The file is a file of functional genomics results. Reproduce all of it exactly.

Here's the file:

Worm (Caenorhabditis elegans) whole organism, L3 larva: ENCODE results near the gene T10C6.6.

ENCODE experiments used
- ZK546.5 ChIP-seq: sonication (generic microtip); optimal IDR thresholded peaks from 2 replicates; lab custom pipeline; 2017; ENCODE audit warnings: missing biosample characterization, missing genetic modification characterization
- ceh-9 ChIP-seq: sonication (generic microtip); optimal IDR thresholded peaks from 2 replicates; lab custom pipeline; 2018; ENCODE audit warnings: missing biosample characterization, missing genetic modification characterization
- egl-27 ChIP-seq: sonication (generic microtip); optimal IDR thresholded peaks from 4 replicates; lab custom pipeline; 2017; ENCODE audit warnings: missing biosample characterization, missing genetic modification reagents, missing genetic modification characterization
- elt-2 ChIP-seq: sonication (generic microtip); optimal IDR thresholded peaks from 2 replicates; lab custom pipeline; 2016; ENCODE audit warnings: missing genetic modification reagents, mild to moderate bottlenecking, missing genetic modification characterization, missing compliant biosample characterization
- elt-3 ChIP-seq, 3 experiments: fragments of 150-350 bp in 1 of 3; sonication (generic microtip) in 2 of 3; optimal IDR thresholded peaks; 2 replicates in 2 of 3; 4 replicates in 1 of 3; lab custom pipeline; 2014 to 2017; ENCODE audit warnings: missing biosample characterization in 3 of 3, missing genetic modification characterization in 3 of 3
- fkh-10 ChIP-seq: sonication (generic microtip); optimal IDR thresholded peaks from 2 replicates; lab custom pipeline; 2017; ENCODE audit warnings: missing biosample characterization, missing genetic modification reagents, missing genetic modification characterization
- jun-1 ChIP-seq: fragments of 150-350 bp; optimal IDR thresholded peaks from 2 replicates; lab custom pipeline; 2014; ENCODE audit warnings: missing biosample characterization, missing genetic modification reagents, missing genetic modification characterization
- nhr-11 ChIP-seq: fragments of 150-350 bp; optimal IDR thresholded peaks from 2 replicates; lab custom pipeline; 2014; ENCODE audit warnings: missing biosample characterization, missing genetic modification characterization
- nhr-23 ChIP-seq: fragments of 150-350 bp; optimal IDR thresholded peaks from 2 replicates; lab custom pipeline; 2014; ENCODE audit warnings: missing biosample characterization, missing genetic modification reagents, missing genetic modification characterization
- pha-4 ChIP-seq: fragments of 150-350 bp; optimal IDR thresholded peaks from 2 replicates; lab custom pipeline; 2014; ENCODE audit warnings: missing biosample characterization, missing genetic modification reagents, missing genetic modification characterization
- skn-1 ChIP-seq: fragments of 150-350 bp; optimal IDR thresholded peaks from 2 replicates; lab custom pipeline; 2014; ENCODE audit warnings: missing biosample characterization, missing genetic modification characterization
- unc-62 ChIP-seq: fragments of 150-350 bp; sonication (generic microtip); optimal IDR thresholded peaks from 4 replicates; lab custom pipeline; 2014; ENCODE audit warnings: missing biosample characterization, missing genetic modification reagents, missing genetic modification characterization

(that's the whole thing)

Worm (Caenorhabditis elegans) whole organism, L3 larva: ENCODE results near the gene T10C6.6.

ENCODE experiments used
- ZK546.5 ChIP-seq: sonication (generic microtip); optimal IDR thresholded peaks from 2 replicates; lab custom pipeline; 2017; ENCODE audit warnings: missing biosample characterization, missing genetic modification characterization
- ceh-9 ChIP-seq: sonication (generic microtip); optimal IDR thresholded peaks from 2 replicates; lab custom pipeline; 2018; ENCODE audit warnings: missing biosample characterization, missing genetic modification characterization
- egl-27 ChIP-seq: sonication (generic microtip); optimal IDR thresholded peaks from 4 replicates; lab custom pipeline; 2017; ENCODE audit warnings: missing biosample characterization, missing genetic modification reagents, missing genetic modification characterization
- elt-2 ChIP-seq: sonication (generic microtip); optimal IDR thresholded peaks from 2 replicates; lab custom pipeline; 2016; ENCODE audit warnings: missing genetic modification reagents, mild to moderate bottlenecking, missing genetic modification characterization, missing compliant biosample characterization
- elt-3 ChIP-seq, 3 experiments: fragments of 150-350 bp in 1 of 3; sonication (generic microtip) in 2 of 3; optimal IDR thresholded peaks; 2 replicates in 2 of 3; 4 replicates in 1 of 3; lab custom pipeline; 2014 to 2017; ENCODE audit warnings: missing biosample characterization in 3 of 3, missing genetic modification characterization in 3 of 3
- fkh-10 ChIP-seq: sonication (generic microtip); optimal IDR thresholded peaks from 2 replicates; lab custom pipeline; 2017; ENCODE audit warnings: missing biosample characterization, missing genetic modification reagents, missing genetic modification characterization
- jun-1 ChIP-seq: fragments of 150-350 bp; optimal IDR thresholded peaks from 2 replicates; lab custom pipeline; 2014; ENCODE audit warnings: missing biosample characterization, missing genetic modification reagents, missing genetic modification characterization
- nhr-11 ChIP-seq: fragments of 150-350 bp; optimal IDR thresholded peaks from 2 replicates; lab custom pipeline; 2014; ENCODE audit warnings: missing biosample characterization, missing genetic modification characterization
- nhr-23 ChIP-seq: fragments of 150-350 bp; optimal IDR thresholded peaks from 2 replicates; lab custom pipeline; 2014; ENCODE audit warnings: missing biosample characterization, missing genetic modification reagents, missing genetic modification characterization
- pha-4 ChIP-seq: fragments of 150-350 bp; optimal IDR thresholded peaks from 2 replicates; lab custom pipeline; 2014; ENCODE audit warnings: missing biosample characterization, missing genetic modification reagents, missing genetic modification characterization
- skn-1 ChIP-seq: fragments of 150-350 bp; optimal IDR thresholded peaks from 2 replicates; lab custom pipeline; 2014; ENCODE audit warnings: missing biosample characterization, missing genetic modification characterization
- unc-62 ChIP-seq: fragments of 150-350 bp; sonication (generic microtip); optimal IDR thresholded peaks from 4 replicates; lab custom pipeline; 2014; ENCODE audit warnings: missing biosample characterization, missing genetic modification reagents, missing genetic modification characterization